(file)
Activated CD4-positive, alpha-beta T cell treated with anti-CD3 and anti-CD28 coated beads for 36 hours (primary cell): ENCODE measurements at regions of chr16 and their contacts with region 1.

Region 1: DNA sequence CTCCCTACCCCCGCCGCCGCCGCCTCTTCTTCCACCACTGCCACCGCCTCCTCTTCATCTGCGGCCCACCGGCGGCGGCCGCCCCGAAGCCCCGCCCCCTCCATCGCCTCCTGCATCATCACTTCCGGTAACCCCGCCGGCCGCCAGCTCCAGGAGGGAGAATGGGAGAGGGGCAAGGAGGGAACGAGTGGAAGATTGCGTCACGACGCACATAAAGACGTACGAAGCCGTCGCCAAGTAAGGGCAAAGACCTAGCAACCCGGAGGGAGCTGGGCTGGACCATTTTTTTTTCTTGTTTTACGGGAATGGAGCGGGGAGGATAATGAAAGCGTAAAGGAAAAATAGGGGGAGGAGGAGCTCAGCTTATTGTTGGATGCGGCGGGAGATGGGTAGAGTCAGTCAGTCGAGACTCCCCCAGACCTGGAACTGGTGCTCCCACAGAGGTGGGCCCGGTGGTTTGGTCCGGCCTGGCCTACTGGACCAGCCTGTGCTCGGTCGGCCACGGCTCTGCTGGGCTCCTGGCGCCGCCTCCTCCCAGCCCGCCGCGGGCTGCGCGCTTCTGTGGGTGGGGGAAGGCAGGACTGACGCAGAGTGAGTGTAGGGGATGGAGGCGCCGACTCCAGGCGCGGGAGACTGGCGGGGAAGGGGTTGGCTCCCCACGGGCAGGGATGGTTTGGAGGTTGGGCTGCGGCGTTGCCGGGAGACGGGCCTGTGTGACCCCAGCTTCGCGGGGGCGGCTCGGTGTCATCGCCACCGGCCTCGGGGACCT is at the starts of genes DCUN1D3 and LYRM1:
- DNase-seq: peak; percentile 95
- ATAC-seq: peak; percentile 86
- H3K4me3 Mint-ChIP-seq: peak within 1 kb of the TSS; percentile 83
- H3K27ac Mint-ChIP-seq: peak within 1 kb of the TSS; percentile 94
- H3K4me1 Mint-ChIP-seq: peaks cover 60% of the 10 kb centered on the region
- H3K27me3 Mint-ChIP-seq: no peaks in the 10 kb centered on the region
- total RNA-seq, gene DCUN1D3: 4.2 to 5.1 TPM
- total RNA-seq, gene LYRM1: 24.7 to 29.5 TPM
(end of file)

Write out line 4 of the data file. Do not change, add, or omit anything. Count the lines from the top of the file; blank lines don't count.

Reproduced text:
- ATAC-seq: peak; percentile 86